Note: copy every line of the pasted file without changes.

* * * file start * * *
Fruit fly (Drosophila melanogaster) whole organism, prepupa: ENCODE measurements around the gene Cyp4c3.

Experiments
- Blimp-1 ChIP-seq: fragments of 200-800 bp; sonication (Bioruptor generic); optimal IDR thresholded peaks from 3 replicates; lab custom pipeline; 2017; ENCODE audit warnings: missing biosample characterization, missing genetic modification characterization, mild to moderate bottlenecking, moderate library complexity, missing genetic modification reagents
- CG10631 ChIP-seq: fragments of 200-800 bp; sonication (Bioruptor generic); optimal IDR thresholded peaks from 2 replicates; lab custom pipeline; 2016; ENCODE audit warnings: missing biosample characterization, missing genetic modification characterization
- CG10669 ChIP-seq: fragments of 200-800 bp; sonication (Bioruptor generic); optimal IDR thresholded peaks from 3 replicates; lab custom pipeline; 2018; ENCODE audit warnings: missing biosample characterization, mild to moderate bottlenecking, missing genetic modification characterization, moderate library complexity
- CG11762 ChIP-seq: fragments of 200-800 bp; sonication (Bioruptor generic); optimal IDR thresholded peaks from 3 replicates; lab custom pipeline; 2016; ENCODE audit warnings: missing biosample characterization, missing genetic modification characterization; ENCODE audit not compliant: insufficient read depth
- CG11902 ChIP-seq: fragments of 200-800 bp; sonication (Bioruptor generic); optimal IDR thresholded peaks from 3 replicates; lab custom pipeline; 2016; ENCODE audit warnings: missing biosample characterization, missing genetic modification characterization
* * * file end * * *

Fruit fly (Drosophila melanogaster) whole organism, prepupa: ENCODE measurements around the gene Cyp4c3.

Experiments
- Blimp-1 ChIP-seq: fragments of 200-800 bp; sonication (Bioruptor generic); optimal IDR thresholded peaks from 3 replicates; lab custom pipeline; 2017; ENCODE audit warnings: missing biosample characterization, missing genetic modification characterization, mild to moderate bottlenecking, moderate library complexity, missing genetic modification reagents
- CG10631 ChIP-seq: fragments of 200-800 bp; sonication (Bioruptor generic); optimal IDR thresholded peaks from 2 replicates; lab custom pipeline; 2016; ENCODE audit warnings: missing biosample characterization, missing genetic modification characterization
- CG10669 ChIP-seq: fragments of 200-800 bp; sonication (Bioruptor generic); optimal IDR thresholded peaks from 3 replicates; lab custom pipeline; 2018; ENCODE audit warnings: missing biosample characterization, mild to moderate bottlenecking, missing genetic modification characterization, moderate library complexity
- CG11762 ChIP-seq: fragments of 200-800 bp; sonication (Bioruptor generic); optimal IDR thresholded peaks from 3 replicates; lab custom pipeline; 2016; ENCODE audit warnings: missing biosample characterization, missing genetic modification characterization; ENCODE audit not compliant: insufficient read depth
- CG11902 ChIP-seq: fragments of 200-800 bp; sonication (Bioruptor generic); optimal IDR thresholded peaks from 3 replicates; lab custom pipeline; 2016; ENCODE audit warnings: missing biosample characterization, missing genetic modification characterization